Buck Rogers in the Twenty Fifth Century



Book: Buck Rogers in the Twenty Fifth Century

Author: Addison E. Steele

Publisher: Dell Publishing, 1978

ISBN-13: 978-0440108436

ISBN-10: 0440108438

Language level: 3

(1=nothing objectionable; 2=common euphemisms and/or childish slang terms; 3=some cursing and/or profanity; 4=a lot of cursing and/or profanity; 5=obscenity and/or vulgarity)

Recommended reading level: Ages 16 and up

Rating: **** 4 stars (GOOD)

Reviewed by Wayne S. Walker

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Steele, Addison E.  Buck Rogers in the Twenty Fifth Century (published in 1978 by Dell Publishing Co. Inc., 1 Dag Hammarskjold Plaza, New York City, NY  10017).  Captain William “Buck” Rogers is a United States Air Force and NASA pilot who commands Ranger III, a space shuttle-like ship that is launched in 1987. When his ship flies through a space phenomenon containing a combination of gases and meteors, his ship’s life support systems malfunction and he is frozen and left drifting in space for 504 years. By the time he is revived, he finds himself in the 25th century. There, he learns that Earth was united following a devastating global nuclear war that occurred in the late 20th century, and is now under the protection of the Earth Defense Directorate, headquartered in New Chicago and headed by Dr. Elias Huer along with Starfighter pilot Colonel Wilma Deering, sentient computer Dr. Theopolis, and a comical robot named Twiki.

The latest threat to Earth comes from the armies of the planet Draconia, which is planning an invasion led by Princess Ardala and her enforcer Killer Kane.  At first, Buck is taken for a liar and then for a Draconian spy.  How will he respond?  Will Earth be able to resist the Draconians?  And what will happen to Buck?  Buck Rogers was created by Philip Francis Nowlan in the novella Armageddon 2419 A.D., published in the August 1928 issue of the pulp magazine, and a sequel, The Airlords of Han, published in the March 1929 issue.  The story was later adapted into a comic strip and a film serial.   In 1979, Buck Rogers was revived and updated for a prime-time television series for NBC Television starring Gil Girard. The pilot film was released to cinemas on March 30, 1979.  Two novels based on the series by Addison E. Steele, a pseudonym of Richard Lupoff, were published.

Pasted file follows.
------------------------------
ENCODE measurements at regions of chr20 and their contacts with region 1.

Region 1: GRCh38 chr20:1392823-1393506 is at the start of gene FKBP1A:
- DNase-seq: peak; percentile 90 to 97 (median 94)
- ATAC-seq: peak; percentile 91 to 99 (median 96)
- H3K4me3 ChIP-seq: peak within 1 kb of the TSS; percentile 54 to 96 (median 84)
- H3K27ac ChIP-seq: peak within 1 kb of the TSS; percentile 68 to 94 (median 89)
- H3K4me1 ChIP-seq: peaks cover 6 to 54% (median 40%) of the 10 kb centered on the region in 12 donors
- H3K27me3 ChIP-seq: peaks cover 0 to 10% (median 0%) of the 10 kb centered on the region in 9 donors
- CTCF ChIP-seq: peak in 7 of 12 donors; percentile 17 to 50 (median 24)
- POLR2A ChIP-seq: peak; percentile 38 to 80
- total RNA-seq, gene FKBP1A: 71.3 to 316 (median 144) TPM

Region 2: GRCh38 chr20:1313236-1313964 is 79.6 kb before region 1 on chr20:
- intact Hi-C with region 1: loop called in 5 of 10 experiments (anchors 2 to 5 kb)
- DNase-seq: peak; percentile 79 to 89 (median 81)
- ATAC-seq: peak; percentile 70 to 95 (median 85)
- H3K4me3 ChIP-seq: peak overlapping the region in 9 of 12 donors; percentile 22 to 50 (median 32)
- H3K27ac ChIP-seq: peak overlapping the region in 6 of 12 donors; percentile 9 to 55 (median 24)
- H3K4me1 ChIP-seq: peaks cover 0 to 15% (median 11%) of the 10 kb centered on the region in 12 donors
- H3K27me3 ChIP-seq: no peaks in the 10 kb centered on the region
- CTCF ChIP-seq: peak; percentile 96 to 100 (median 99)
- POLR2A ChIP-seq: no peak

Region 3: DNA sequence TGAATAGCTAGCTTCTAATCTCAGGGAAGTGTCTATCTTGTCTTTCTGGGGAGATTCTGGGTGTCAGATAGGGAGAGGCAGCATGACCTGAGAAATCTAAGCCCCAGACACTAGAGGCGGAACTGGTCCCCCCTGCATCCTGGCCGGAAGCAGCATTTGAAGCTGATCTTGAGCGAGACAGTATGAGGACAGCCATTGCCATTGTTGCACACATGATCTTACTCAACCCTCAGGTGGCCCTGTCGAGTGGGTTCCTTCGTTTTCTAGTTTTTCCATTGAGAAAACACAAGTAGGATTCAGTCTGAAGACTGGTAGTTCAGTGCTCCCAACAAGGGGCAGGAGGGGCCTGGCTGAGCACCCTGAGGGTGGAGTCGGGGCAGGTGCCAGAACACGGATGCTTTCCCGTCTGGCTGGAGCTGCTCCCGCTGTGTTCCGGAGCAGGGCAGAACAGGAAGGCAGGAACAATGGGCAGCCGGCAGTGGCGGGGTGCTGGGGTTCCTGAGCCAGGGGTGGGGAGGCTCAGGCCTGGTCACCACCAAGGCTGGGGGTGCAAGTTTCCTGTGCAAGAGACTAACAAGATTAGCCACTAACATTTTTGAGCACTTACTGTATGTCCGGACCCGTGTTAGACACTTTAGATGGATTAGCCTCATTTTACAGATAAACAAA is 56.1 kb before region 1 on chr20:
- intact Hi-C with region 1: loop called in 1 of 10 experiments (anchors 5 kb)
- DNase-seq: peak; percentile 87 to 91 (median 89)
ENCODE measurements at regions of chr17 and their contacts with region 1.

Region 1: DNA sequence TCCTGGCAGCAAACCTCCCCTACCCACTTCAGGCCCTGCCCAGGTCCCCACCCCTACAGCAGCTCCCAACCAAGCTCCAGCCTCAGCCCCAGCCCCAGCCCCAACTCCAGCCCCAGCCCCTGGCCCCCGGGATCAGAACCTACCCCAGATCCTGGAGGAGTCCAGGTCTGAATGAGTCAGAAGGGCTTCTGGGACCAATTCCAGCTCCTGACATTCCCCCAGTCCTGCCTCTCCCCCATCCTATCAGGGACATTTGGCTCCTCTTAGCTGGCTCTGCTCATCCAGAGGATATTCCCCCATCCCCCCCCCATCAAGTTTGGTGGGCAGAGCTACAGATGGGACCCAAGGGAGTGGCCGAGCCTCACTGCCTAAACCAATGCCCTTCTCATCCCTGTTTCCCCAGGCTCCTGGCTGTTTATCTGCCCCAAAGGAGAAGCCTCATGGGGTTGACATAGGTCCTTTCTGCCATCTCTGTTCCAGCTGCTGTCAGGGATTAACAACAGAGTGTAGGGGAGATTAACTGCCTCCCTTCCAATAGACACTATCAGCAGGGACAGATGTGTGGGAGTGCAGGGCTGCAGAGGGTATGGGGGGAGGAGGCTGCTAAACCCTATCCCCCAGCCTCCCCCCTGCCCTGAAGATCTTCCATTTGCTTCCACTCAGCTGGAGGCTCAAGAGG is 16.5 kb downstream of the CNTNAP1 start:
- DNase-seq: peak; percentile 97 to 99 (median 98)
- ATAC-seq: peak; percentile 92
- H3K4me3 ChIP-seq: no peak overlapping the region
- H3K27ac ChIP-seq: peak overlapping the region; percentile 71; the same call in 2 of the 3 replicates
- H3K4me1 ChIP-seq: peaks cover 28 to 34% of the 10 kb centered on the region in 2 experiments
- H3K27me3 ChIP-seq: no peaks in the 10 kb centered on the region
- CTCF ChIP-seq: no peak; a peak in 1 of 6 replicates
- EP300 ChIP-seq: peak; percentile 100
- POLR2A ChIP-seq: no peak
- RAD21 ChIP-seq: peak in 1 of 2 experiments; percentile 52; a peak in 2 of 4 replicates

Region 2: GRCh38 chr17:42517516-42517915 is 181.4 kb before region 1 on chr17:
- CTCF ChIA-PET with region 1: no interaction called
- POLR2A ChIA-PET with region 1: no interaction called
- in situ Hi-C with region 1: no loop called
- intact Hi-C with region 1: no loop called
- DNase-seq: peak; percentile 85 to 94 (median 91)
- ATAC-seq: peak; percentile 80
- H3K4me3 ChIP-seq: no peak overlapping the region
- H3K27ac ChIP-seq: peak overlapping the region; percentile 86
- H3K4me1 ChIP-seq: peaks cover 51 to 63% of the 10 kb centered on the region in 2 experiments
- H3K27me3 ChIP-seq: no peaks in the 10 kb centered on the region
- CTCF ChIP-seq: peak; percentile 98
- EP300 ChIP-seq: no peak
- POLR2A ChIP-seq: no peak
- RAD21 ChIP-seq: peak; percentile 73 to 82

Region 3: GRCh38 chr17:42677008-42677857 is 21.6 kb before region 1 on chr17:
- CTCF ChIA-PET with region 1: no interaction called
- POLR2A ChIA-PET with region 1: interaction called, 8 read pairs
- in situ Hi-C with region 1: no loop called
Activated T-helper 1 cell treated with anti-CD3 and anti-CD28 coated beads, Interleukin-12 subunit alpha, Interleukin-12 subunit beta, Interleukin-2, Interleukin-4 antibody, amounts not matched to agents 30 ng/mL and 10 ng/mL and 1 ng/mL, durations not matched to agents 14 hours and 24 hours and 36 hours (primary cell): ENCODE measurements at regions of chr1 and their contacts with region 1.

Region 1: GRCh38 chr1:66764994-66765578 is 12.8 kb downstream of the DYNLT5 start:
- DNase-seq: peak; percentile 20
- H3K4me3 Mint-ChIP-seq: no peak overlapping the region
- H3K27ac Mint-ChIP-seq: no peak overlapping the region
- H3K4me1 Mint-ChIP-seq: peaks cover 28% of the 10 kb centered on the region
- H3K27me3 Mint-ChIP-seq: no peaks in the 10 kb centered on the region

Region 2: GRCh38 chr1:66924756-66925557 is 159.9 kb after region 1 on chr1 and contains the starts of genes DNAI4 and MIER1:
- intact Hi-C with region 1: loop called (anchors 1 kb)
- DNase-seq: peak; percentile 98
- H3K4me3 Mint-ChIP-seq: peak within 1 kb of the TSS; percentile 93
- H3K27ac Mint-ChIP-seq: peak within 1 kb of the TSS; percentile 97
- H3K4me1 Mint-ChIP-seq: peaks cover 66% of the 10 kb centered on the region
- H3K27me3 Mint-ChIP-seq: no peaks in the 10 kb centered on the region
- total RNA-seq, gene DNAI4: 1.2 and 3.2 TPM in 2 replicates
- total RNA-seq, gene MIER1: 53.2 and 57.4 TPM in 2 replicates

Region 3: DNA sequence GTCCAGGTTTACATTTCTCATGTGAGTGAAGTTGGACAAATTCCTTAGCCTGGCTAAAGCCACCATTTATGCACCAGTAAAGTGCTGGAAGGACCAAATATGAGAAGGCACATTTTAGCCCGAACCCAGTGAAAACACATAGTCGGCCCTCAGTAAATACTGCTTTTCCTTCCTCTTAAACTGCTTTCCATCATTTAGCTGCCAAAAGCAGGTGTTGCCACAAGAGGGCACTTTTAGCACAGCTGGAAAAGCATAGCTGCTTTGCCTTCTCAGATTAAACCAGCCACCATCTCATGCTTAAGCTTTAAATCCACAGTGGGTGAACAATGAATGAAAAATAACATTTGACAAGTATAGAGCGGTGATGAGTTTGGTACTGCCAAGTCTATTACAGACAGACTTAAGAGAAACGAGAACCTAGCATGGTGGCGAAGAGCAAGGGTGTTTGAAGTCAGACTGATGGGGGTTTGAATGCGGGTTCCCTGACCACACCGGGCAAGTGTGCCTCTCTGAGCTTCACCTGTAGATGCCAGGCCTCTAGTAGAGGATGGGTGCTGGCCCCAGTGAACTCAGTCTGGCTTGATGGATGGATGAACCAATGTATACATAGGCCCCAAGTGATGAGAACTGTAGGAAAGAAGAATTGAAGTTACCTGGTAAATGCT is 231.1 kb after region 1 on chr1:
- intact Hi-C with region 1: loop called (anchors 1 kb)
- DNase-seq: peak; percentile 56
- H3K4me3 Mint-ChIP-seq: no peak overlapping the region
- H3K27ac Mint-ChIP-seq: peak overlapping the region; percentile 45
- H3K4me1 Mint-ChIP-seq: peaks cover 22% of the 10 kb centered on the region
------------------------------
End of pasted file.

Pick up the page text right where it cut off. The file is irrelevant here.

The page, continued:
This one is a novelization of the 1979 feature film and pretty much follows the screenplay by Glen A Larson and Leslie Stevens.  The sequel, That Man on Beta, is an adaptation of an unproduced teleplay.  I recall watching the television program in the late 1970s and early 80s.  I enjoyed it for the most part. The book has some bad language, with cursing (the “h” and “d” words) and profanity (“oh my g.” and even “god***ned’).  If I recall correctly, a little of this occurred on the show too. There are also references to drinking an alcoholic beverage and dancing.   Otherwise, it is fairly tame and will appeal to science fiction and space opera fans.  Still another take on the story is the 1995 novel Buck Rogers: A Life in the Future by Martin Caidin.  This reimagining of Buck Rogers was published by TSR, Inc., which also produced a role-playing game entitled Buck Rogers XXVC, which in turn spawned a series of novels.

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